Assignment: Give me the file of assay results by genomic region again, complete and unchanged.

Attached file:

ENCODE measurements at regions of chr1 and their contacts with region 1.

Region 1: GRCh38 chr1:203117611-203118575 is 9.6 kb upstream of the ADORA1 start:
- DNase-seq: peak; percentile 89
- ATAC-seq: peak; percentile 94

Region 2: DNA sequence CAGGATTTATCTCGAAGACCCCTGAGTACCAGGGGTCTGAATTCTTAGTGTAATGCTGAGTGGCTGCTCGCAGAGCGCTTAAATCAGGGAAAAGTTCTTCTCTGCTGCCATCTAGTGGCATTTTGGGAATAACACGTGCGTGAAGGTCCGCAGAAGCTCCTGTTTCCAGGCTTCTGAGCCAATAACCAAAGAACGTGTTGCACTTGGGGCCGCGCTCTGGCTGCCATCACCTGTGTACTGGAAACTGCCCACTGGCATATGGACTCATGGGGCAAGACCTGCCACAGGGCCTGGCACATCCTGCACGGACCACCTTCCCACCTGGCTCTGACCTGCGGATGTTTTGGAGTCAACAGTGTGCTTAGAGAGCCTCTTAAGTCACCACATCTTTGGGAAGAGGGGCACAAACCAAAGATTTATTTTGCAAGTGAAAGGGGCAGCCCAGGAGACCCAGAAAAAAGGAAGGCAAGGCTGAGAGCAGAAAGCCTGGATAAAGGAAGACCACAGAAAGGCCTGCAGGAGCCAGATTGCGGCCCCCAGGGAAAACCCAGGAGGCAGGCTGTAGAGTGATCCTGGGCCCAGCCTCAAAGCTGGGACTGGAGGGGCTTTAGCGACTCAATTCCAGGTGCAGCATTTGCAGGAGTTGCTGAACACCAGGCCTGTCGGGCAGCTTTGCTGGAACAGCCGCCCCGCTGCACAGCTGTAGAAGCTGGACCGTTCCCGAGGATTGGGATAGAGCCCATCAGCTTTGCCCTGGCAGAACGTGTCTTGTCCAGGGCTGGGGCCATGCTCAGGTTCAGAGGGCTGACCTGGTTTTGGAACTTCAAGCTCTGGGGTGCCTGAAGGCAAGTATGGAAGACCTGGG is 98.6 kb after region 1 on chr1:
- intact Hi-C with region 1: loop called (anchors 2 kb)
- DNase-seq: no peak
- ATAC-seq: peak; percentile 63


ENCODE measurements at regions of chr1 and their contacts with region 1.

Region 1: GRCh38 chr1:203117611-203118575 is 9.6 kb upstream of the ADORA1 start:
- DNase-seq: peak; percentile 89
- ATAC-seq: peak; percentile 94

Region 2: DNA sequence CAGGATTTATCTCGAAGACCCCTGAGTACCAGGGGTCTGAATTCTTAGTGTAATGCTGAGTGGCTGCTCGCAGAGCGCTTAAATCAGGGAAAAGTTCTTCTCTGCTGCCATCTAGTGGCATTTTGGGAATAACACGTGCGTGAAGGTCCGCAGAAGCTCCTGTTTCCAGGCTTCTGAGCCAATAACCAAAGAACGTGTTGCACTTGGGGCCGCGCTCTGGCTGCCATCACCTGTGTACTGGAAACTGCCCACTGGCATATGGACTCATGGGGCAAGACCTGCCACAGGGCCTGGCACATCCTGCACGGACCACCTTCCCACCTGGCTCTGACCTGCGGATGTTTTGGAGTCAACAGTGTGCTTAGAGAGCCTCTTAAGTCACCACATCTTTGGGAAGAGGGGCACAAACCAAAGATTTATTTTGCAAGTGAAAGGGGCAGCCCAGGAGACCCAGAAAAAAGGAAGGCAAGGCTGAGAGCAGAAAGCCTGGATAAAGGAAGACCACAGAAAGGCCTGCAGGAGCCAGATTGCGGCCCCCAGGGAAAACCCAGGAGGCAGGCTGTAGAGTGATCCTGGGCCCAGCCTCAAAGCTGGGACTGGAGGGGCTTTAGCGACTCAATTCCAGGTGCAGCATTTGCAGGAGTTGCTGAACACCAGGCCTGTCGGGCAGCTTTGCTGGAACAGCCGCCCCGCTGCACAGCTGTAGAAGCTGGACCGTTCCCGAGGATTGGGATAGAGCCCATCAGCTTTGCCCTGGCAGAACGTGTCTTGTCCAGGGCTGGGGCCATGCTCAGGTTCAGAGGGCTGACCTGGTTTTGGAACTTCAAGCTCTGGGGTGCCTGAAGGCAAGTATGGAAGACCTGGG is 98.6 kb after region 1 on chr1:
- intact Hi-C with region 1: loop called (anchors 2 kb)
- DNase-seq: no peak
- ATAC-seq: peak; percentile 63